It’s a good way to go forward, but for those who relate, don’t blame yourself for what you wish you’d done or should have said in the past. If you feel it, say it. And if you’re like Gia and you require, you know, a little more than four dates with TV cameras all around you to declare your undying love to a guy you met a few weeks ago, then forgive yourself for that and go with what feels right in your heart! Open up when you’re ready. Use your words when you can mean them. And let the connection between your most real and natural selves guide you along the way until then.

Big love,

Amy Signature 4

A Love Lesson From…the Olympic Halfpipe

Thursday, February 18th, 2010

I hold a special respect for Olympic skiers and snowboarders. Especially after watching skier Lindsey Vonn and snowboarder Shaun White win their gold medals last night. Man, they rocked it, didn’t they? I could watch them smile and listen to Lindsey cry tears of joy for days, which Bob Costas so perfectly described by saying: “those emotions a combination of joy, pride, relief, thanks, appreciation, all rolled into one.” Which, to be honest, is what meeting your half-orange feels like—or will feel like—too.

I credit my personal awe of those guys to a skiing experience I had a few years ago during a trip to the Sundance Film Festival in Utah.

Are you LIVING a good run? (Image: Streeter Lecka/Getty Images)

Like Shaun White: Are you LIVING a good run? (Image: Streeter Lecka/Getty Images)

I was staying at a friends’ corporate-sponsored chalet that was nestled high on a mountain and accessible from the intermediate ski run. Me being a gal from New York, I’d grown up skiing some small mountains in New Jersey and just north of the city.

“Intermediate?” I said, “No problem.”

It turns out, however, the intermediate hill in New Jersey is the bunny hill in Utah. And the intermediate hill in Utah? Well, let’s just say that once I got off the lift, I felt like I was looking over the edge of a cliff. Egads, I was in trouble.

As with many things in life, it wasn’t the hill that was the problem as much my sheer lack of confidence that I could tackle it. And so after a few wobbly-legged attempts, completely pointless snowplowing and a few tumbles, I eventually took off my skis and clomped sideways down the hill in my boots, whimpering the whole time. It was, I’m sure, a hilarious sight to behold. God bless my friends who didn’t laugh at me until I was ready to laugh at myself. (And God bless you if you’ve already read about my surfing experience in my past post Get Blue Crush Brave and still hold any respect for my sportiness!)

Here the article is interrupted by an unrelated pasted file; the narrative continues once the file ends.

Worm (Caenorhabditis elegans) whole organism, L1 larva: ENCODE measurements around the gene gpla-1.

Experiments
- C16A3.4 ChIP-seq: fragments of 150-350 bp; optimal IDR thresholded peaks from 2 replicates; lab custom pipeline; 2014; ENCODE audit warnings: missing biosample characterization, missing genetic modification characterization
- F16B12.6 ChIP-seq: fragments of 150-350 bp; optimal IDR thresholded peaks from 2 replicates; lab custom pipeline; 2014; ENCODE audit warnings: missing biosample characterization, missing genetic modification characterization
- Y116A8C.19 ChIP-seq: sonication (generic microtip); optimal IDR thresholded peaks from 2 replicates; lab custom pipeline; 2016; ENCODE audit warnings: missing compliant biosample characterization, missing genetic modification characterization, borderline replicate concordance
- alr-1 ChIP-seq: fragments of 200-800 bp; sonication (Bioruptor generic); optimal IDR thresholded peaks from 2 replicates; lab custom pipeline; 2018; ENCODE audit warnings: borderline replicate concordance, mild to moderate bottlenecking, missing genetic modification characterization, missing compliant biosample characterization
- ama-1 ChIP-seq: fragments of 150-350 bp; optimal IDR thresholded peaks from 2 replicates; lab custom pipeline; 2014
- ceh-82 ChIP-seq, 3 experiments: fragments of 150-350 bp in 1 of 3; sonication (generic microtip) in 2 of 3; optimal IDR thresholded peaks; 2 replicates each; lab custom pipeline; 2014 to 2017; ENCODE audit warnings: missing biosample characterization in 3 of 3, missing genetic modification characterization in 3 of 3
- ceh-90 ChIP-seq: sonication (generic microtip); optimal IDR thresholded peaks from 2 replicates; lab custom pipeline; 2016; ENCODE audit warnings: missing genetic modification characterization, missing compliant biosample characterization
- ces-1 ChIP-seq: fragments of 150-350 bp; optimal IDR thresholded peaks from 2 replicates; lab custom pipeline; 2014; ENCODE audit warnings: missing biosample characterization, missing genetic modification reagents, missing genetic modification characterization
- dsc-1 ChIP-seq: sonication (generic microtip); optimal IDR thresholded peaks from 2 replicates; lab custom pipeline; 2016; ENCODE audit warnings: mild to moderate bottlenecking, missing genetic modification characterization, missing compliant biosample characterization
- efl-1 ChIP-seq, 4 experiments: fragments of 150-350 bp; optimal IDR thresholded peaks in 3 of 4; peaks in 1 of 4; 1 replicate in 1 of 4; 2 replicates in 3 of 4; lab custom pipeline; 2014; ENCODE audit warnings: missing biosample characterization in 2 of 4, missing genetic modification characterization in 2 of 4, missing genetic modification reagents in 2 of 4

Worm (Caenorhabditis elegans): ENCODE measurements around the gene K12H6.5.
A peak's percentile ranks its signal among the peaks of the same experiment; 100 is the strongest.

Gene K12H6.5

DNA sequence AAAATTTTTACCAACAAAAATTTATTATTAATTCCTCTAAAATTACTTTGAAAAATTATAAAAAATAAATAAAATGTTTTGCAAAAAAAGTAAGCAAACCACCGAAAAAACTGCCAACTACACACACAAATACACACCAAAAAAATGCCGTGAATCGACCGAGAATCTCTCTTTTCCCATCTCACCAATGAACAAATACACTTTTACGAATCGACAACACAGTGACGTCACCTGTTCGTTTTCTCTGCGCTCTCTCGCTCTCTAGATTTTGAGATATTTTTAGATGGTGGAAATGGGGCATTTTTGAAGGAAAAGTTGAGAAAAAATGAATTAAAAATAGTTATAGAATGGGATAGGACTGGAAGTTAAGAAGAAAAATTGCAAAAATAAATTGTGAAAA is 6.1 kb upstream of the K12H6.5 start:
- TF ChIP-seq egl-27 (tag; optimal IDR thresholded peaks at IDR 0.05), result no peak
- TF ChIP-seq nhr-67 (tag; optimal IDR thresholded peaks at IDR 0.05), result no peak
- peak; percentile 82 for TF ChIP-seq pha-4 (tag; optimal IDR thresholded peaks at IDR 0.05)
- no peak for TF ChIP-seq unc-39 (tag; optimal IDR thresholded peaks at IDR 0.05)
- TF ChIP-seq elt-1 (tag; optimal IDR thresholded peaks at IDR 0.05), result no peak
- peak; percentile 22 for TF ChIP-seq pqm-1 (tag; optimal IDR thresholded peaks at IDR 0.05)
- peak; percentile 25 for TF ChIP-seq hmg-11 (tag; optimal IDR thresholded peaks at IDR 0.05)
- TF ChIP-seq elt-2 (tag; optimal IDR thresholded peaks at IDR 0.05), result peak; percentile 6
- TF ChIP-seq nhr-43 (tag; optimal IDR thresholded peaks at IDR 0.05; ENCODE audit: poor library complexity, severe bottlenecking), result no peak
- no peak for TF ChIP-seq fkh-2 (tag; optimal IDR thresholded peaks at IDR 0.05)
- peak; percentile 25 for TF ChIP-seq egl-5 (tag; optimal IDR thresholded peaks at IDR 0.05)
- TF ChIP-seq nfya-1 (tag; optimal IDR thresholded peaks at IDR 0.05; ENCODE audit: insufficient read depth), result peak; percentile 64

Which is why I gaze in wonder when I see the Olympians tearing down the snowy mountain and doing flips in the halfpipe. But I’m not just impressed by Shaun White’s moves, but by his attitude. Shaun had these words to say just before he competed in the halfpipe qualifier on Cypress Mountain in West Vancouver last night:

“I’m looking for, basically, some good runs. I just, uh, I don’t think it’s about one trick in the run, I think it’s the whole thing, so I’m just trying to put down solid runs all night and, uh, we’ll go from there, see what special stuff I got in store.”

You know what I liked about that? Shaun wasn’t bragging about the one specific move that was going to lead him to his goal—yes, of course he had some serious tricks up his sleeve that he’d invented just for this big international show. But he also knew that without a good first run overall, one big trick wouldn’t mean a thing.

And that’s how I see our lives, especially in love and dating: without a good run overall, you won’t get to show your big tricks. So often, when we want to be in love, we put aside everything else to get the relationship. But if you’re not living a good full life overall, if you’re not having a good run overall, then you may not get a chance to show your big tricks to the right person in the first place. Don’t let your fear freeze you like mine did on a Utah mountain. And don’t let your anxiousness about getting into a relationship take over the life you’re living now.

Look at dating the way Shaun White looks at that halfpipe: Aim to have a good run overall. Smile and enjoy the whole thing—the nights in, the nights out, the so-so dates, the funny set-ups, the time with friends, the ways you grow. If you’re having a good time with your life, then your dates will want to see what “special stuff” you have in store.

The tactic sure worked for Shaun White: After the first of two finals runs last night, he scored 46.8. He didn’t even have to take another run to get his gold, but Shaun knew that by putting down those good runs, he’d earned his chance to pull those tricks out of the bag. And so he took a second run—how very Mary Lou Retton of him—and showed off his special “Spiraling Double McTwist” that earned him a 48.4 and, of course, that gold.

It’s a medal that’s round and kind of orange-looking, come to think of it. Just like the half-orange you’re looking for.

You might also like:
Your Life’s Not in Ruins

Big love and good runs,

Amy Signature 4